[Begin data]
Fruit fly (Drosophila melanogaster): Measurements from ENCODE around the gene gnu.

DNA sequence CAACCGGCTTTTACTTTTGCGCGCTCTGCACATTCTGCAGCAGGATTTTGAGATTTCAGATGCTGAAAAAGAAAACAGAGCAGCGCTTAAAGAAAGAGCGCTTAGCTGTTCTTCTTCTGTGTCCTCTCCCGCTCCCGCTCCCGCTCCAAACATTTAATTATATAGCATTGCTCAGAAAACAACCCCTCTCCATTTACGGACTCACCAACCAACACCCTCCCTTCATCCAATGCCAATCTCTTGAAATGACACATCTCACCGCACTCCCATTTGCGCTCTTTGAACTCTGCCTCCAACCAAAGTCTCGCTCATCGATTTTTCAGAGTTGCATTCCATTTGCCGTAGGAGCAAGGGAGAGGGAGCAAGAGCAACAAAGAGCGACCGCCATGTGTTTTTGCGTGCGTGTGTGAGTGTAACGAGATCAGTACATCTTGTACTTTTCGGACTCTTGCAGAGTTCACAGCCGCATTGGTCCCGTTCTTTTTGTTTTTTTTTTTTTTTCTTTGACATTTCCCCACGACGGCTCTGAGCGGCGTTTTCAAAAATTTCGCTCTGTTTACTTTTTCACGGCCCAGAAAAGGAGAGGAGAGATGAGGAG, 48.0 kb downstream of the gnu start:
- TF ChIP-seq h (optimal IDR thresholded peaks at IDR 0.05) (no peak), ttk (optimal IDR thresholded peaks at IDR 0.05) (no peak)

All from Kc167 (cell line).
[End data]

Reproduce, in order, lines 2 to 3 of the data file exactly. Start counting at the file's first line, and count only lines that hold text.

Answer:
DNA sequence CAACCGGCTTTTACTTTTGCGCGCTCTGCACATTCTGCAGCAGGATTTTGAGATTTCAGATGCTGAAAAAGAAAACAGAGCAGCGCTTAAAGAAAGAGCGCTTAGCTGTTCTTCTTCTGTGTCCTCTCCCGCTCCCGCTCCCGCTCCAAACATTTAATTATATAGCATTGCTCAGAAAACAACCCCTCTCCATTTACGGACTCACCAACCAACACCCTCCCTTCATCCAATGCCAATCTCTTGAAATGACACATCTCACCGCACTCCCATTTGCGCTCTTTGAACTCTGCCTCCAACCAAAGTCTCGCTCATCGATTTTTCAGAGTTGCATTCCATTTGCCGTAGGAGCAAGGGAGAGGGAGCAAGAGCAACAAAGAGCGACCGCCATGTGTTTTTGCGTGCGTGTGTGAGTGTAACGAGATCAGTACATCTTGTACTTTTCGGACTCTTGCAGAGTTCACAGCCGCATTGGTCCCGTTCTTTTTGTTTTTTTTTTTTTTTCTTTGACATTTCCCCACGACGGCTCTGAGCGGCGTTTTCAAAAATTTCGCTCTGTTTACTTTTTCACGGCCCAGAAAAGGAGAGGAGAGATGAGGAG, 48.0 kb downstream of the gnu start:
- TF ChIP-seq h (optimal IDR thresholded peaks at IDR 0.05) (no peak), ttk (optimal IDR thresholded peaks at IDR 0.05) (no peak)